By Jacob W. Gent, Attorney at Law
“Liability” insurance is different from other insurance coverages, such as life insurance. For example, life insurance pays a certain amount upon the death of the policyholder, regardless of the cause or consequence. But liability insurance pays the person presenting a claim in order to return them to the same financial position following the injury he/she was in prior to the loss. This concept is known as the “indemnity principle,” where the injured party is “made whole” following a loss. This principal of being made whole is reflected in the marketing taglines of nationally-known insurers: “Get you back where you belong” (Farmers); “You’re in good hands” (Allstate); “Like a good neighbor” (State Farm); “Get MetLife, it pays.”
However, a recent investigative report published by the Consumer Federation of America (CFA) indicates that insurers are undermining this cornerstone indemnity principal in order to maximize profits at the expense of those presenting a physical injury and/or economic loss claim. The report provides insight on how computer software programs can and have been intentionally manipulated by insurers to artificially lower settlements.
The most widely used injury evaluation software program that casualty insurers use is known as “Colossus” and is sold by Computer Sciences Corporation (CSC). Two similar programs also on the market are “Claims Outcome Advisor,” sold by Insurance Services Office, and “Claims IQ” sold by Mitchell International. Publicly, the programs are marketed as tools for insurers to achieve “consistency in evaluations of bodily injury claims.” But according to the report of the CFA, it is a different story when the presentation is pitched to insurers. Then it is all about saving millions of dollars by making across-the-board “low ball” settlement offers to those with traumatic injury.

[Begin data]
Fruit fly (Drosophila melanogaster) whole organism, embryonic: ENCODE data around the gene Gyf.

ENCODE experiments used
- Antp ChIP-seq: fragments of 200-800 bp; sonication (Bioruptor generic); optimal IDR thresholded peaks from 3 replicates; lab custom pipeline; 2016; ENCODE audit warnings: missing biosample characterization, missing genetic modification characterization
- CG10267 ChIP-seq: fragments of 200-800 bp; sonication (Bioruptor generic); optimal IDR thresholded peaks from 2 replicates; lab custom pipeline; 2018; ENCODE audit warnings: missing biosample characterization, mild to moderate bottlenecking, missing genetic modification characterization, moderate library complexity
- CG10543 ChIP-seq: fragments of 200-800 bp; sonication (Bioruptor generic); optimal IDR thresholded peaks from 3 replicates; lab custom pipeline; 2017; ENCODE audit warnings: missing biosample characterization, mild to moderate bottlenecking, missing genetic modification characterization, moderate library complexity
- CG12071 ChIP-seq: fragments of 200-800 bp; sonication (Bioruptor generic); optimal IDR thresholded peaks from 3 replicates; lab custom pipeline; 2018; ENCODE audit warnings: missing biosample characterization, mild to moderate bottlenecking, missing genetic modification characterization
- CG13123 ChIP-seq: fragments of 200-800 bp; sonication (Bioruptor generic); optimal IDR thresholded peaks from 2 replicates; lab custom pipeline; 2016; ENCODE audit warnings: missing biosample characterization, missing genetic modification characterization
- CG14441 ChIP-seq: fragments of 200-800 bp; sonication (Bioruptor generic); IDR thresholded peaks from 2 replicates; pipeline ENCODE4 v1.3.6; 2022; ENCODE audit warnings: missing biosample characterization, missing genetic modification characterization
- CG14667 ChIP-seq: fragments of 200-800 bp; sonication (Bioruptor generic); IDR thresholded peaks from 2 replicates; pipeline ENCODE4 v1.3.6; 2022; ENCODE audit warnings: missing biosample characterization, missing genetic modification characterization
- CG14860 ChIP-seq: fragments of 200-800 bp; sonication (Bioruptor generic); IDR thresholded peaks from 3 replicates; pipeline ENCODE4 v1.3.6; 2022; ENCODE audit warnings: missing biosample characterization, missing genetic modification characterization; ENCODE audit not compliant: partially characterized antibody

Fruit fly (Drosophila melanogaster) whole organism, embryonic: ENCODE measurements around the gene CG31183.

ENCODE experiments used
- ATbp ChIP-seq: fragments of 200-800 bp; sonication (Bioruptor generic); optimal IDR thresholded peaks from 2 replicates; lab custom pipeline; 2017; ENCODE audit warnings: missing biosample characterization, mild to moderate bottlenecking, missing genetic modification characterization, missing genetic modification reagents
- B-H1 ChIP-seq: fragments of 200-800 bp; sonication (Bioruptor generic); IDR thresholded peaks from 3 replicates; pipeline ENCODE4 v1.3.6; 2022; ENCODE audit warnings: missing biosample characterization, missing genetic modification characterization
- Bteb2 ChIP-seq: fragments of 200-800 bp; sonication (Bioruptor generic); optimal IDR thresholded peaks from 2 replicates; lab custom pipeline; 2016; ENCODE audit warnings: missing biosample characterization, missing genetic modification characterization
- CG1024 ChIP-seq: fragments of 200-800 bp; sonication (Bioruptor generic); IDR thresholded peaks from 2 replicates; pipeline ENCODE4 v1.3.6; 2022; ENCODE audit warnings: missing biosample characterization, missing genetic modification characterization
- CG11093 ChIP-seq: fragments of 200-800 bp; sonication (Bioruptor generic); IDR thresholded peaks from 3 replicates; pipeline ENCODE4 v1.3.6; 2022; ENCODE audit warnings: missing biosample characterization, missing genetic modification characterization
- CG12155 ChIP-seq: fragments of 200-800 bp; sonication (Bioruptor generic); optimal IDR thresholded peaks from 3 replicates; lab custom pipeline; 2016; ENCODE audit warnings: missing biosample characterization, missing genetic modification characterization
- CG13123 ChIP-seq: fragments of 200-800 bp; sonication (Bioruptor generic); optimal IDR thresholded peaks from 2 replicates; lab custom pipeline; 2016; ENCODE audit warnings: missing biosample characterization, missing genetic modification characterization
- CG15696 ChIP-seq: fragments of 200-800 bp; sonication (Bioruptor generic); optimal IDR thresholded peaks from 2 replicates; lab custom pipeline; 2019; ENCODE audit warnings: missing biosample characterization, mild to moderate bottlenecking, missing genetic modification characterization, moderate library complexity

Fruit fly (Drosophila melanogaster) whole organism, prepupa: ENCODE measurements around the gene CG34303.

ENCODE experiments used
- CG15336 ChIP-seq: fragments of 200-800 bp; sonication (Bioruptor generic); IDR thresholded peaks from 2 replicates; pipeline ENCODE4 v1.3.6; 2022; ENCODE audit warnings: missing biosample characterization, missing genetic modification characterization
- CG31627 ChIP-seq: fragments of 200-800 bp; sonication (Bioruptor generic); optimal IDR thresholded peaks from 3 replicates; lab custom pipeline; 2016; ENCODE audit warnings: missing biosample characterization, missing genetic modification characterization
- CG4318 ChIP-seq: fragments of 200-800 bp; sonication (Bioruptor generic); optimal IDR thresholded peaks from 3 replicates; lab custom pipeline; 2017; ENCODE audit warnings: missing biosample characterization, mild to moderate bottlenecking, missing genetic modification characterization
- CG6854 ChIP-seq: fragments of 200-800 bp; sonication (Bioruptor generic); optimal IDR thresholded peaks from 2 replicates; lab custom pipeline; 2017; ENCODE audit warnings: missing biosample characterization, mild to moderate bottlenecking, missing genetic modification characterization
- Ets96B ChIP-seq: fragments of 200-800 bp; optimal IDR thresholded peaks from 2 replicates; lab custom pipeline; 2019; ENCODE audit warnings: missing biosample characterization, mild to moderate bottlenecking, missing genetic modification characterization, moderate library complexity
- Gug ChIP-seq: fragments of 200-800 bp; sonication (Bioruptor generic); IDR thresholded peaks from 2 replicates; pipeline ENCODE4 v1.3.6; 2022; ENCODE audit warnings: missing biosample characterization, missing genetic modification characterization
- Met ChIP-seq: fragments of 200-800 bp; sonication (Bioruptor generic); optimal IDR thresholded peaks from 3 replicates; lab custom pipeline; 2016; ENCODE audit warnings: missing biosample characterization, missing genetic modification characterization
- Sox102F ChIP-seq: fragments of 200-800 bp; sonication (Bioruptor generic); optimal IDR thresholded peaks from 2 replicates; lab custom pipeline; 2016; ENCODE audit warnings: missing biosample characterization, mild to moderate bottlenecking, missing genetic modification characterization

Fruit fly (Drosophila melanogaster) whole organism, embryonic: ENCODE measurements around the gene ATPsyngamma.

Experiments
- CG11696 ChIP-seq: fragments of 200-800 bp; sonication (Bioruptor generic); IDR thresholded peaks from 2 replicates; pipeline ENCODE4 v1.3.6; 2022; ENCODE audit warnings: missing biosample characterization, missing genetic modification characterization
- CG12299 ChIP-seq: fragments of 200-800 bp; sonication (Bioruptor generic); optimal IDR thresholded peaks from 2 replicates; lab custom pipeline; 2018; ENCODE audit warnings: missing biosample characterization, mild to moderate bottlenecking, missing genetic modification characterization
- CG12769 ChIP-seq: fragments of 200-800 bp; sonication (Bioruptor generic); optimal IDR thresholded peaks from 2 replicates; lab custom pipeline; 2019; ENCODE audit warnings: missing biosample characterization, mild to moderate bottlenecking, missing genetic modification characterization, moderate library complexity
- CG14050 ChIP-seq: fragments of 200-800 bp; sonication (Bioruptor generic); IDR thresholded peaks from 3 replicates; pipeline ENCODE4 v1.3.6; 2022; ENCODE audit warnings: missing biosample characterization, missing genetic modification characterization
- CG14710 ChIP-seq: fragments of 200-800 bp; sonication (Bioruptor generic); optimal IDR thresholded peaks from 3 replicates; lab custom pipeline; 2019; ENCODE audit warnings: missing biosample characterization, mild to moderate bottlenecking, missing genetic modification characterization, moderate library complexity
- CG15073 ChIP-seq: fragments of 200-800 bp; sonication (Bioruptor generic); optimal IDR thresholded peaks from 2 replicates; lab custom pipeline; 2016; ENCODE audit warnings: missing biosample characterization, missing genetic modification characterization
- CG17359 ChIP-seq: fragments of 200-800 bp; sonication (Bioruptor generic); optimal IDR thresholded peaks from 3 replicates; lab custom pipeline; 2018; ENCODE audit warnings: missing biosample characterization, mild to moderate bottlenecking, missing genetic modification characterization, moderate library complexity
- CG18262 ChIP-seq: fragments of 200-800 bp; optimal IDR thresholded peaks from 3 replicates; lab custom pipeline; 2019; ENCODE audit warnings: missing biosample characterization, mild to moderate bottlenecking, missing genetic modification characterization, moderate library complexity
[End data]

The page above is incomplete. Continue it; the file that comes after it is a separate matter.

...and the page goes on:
Allstate was the first insurer in America to test the program and USF&G was the first U.S. carrier to use Colossus in claims evaluation. Many of the largest automobile and property casualty insurers in the United States either currently use, or have previously utilized Colossus in their claims operations.
Allstate converted its claim processes into “an institutionalized competition against its policyholders for a share of the claim fund” by implementing a “zero sum game theory.” In its proposal, Allstate business consultant McKinsey identified the intended winners and losers: “Improving Allstate’s casualty economics will have a negative economic impact on some medical providers, plaintiff’s attorneys, and claimants… Allstate gains, others must lose.”
How Colossus Works
When evaluating a bodily injury claim, insurance adjusters “enter” specific case information into Colossus to generate a consultation report. Colossus uses hundreds of injury codes which represent various types of injuries in its evaluation. Each injury code has a severity modifier attached to it and dollar amounts are assigned based on the injury type and severity. Colossus also uses a variety of other data in the evaluation, including the presence of pre-existing conditions, claims-related hospital admissions, treatment modalities, treatment frequency and duration, gaps in treatment, prognosis, future treatment recommendations, physical restrictions, medical bills, and income loss. Insurers assign dollar amounts for disfigurement and permanent physical impairment. Once the data has been entered and the consultation completed, Colossus generates a recommended settlement range. The high end of the range is considered the maximum amount to be paid on the claim. The low end of the range is usually 20% less than this amount. Insurance companies refer to this range as the “reserve” and any settlement authority extended on a claim is confined to the Colossus generated amounts. By requiring any final payout to be no greater than the high-end of the Colossus range, insurers force adjusters to settle below that amount. Quite often, the recommended settlement amount generated by Colossus is less than the actual losses to the person injured.